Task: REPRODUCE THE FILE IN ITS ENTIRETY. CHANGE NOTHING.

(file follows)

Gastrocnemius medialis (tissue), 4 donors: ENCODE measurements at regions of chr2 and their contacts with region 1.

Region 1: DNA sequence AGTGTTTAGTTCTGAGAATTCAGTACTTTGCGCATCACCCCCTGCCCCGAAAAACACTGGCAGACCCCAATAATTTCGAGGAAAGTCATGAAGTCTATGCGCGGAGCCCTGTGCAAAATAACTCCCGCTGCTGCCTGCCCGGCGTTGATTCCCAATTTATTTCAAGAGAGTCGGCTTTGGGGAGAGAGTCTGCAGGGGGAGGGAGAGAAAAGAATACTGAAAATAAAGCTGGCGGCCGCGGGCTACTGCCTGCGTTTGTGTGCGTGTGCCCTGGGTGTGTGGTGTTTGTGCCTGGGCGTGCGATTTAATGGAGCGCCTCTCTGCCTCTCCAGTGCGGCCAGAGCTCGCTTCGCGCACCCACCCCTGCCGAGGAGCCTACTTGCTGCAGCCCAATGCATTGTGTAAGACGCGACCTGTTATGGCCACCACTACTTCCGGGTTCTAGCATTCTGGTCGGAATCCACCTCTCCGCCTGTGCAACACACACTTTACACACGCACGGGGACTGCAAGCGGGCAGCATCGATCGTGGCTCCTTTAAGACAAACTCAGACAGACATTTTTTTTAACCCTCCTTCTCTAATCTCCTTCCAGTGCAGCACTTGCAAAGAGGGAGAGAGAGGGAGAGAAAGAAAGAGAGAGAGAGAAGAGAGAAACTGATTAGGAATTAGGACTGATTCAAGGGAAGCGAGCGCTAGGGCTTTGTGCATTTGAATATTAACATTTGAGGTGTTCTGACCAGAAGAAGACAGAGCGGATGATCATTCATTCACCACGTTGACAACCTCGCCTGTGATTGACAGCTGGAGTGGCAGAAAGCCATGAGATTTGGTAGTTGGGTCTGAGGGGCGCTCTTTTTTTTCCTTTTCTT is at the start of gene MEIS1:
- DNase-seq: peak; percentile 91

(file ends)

Gastrocnemius medialis (tissue), 4 donors: ENCODE measurements at regions of chr2 and their contacts with region 1.

Region 1: DNA sequence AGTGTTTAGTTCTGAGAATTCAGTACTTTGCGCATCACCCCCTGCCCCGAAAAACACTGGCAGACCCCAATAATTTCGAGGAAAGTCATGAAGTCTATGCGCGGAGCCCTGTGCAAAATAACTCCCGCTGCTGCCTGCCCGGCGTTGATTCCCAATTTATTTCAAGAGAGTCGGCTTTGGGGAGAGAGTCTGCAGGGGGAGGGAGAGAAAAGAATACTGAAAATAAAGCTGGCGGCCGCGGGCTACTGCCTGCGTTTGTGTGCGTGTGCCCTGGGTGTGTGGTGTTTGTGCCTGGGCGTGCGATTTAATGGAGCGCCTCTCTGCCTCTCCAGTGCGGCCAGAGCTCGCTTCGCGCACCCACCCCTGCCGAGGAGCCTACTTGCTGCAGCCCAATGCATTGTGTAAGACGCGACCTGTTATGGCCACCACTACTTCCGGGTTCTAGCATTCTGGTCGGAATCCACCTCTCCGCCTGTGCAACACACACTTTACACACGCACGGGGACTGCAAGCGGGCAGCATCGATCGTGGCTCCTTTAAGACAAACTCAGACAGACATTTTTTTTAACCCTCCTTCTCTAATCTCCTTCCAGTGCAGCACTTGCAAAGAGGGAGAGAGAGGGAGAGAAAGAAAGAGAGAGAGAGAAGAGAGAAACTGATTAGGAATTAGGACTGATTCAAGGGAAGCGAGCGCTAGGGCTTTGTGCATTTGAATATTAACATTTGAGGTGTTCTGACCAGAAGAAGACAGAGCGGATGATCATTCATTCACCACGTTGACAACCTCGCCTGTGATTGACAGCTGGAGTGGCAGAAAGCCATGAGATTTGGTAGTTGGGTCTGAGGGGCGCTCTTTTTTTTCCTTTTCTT is at the start of gene MEIS1:
- DNase-seq: peak; percentile 91